Grassroots journalism is changing the way people look at the news in New York's Harlem.
The truth is out there, in Harlem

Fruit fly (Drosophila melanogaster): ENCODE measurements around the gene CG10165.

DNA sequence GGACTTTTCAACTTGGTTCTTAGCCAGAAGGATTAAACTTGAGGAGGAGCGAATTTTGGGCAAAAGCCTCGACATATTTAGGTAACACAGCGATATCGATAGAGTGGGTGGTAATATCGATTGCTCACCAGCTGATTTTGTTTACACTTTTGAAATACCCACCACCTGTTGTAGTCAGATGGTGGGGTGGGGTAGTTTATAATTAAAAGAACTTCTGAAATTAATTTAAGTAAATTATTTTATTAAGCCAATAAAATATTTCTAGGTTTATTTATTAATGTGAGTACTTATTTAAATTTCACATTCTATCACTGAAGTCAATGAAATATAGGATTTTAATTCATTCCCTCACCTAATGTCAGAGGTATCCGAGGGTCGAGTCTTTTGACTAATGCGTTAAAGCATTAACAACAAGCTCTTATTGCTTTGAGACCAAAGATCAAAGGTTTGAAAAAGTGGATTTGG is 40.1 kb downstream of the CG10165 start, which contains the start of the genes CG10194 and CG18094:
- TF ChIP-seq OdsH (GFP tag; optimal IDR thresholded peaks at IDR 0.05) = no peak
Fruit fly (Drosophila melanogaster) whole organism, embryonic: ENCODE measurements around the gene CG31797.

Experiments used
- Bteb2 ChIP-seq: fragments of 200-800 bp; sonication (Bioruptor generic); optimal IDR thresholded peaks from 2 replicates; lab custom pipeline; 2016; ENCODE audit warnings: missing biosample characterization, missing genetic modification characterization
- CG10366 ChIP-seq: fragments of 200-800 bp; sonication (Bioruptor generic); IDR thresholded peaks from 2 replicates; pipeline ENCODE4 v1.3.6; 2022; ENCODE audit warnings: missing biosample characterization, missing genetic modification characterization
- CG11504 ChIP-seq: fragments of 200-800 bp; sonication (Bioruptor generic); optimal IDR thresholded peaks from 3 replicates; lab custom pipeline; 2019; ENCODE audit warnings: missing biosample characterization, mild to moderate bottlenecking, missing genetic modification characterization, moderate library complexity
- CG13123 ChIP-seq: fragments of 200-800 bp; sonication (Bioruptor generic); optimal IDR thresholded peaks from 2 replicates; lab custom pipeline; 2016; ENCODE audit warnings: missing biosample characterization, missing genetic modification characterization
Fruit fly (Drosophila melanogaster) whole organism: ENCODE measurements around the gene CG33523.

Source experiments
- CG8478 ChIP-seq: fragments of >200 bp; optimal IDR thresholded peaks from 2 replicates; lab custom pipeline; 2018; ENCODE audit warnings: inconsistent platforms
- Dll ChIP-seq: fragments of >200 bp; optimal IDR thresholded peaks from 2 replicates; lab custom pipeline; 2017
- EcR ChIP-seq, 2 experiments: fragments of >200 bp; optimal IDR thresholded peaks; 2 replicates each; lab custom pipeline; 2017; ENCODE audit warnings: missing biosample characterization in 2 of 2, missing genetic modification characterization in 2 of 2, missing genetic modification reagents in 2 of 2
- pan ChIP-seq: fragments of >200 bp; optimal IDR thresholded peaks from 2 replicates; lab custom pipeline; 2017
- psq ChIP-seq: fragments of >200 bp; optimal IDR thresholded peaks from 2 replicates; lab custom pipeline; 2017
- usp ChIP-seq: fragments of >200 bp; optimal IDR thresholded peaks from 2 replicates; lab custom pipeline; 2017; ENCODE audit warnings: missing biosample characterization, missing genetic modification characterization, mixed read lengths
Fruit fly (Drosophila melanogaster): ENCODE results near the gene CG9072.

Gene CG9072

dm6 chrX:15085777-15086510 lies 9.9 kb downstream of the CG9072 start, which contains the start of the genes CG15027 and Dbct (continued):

NEW YORK // Joseph Hayden, 68, is a self-described news junkie who got so angry watching mainstream television that he set up his own company last year, called Still Here Harlem Productions, to produce videos on every aspect of life in his historic African-American neighbourhood. "The mainstream media is basically concerned about profits and does not see the world through the same lens that I see it. They are concerned about the middle class, not people at the base of the pyramid who are poor or low-income," he said. "The average guy isn't necessarily interested in Iraq or Afghanistan and we needed a media who would market us, tell our stories from the bottom up." Just as much of the US media, newspapers in particular, seem to be in free fall in terms of viewers, readers and advertisers, Mr Hayden is determined to provide a model of grassroots journalism that he hopes will be replicated in poor neighbourhoods across the country. With a budget of US$40,000 (Dh146,800), including his own savings and donations, he and two other volunteers rented a couple of rooms in an apartment block and filled it with video cameras and editing equipment. Outlets from CNN's I-Report to the Manhattan Neighbourhood Network cable channel have aired Still Here Harlem's videos. Topics range from African-American reaction to the election of Barack Obama as president to the hundreds of thousands of black men stopped and searched by police on Harlem's streets each year for no probable cause. "I watch CNN and they say Americans feel like this, or they feel like that. But what are they talking about? Did they ever ask us?" said Mr Hayden. "They tell us there's an unbreakable bond with Israel. But did they ever poll us on what we feel about the Israeli-Palestinian issue or on Iraq? "I see soldiers as trained serial killers but is the media interested in that opinion?" Mr Hayden and his volunteer staff have no formal training in journalism but have quickly learnt the basics as they go along. Many in the community recognise them already and they have had no trouble gaining access to local politicians, police and others. The driving force behind the project is very much Mr Hayden, a slight and gentle man, much of whose life story reads like a crime novel. Born in 1941 in Harlem to a mother who raised three sons on her own, he said he was "born into poverty and experienced want at a very early age". His first brush with authority came when he was five, when a teacher refused to let him take a book home. He flung down a flowerpot and was taken to the police station. By 16, he "dropped out of school and dropped into the streets". He spent much of his life in prison for crimes including drugs and manslaughter, which he says was in self-defence. He was a known associate of Nicky Barnes, who led one of the city's largest heroin rings before his arrest in 1977. It was jail that helped Mr Hayden to turn his life around and he calls New York's infamous Sing Sing prison the "Harvard on the Hudson" river. While incarcerated, he obtained a bachelor's degree in liberal arts and a master's degree in professional studies accredited by the New York Theological Seminary. He was raised a Protestant Christian but now feels closest to Buddhism because "Buddha was a teacher and I love teaching, it's the ultimate profession", he said. He was released from prison in 2000 and became involved in the campaign to overturn the disenfranchisement of convicted felons and restore their right to vote. When campaign funding ended in 2006, he looked around for something else to stay active and he came up with the idea of Still Here Harlem. To make ends meet, the company covers weddings and makes promotional films for local companies but the main focus is news and information. Mr Hayden is also discussing a tie-up with Amsterdam News, the city's biggest black-owned newspaper that started in 1909. "Newspapers are from the 19th century and we're using 21st century technology so perhaps we can meet in the 20th century," Mr Hayden said. Paolo Walker, a 27-year-old producer and technician, said working at Still Here Harlem had given him a chance to learn about video reporting although he feared he would have to get a paid part-time job soon because his savings were running out. "We cover the whole smorgasbord of local events," he said. But unfortunately it rained the day they wanted to go out and film local Muslim's views of Mr Obama's outreach speech to the Arab world in Cairo and he felt the story was now dying. Mr Hayden is hard at work preparing a business plan and application for non-profit status, which would help fund-raising efforts. "I want to build a state-of-the-art studio and get a satellite truck and link. I also want a training centre but I would make it a requirement for every young person that they learn the history of our community." firstname.lastname@example.org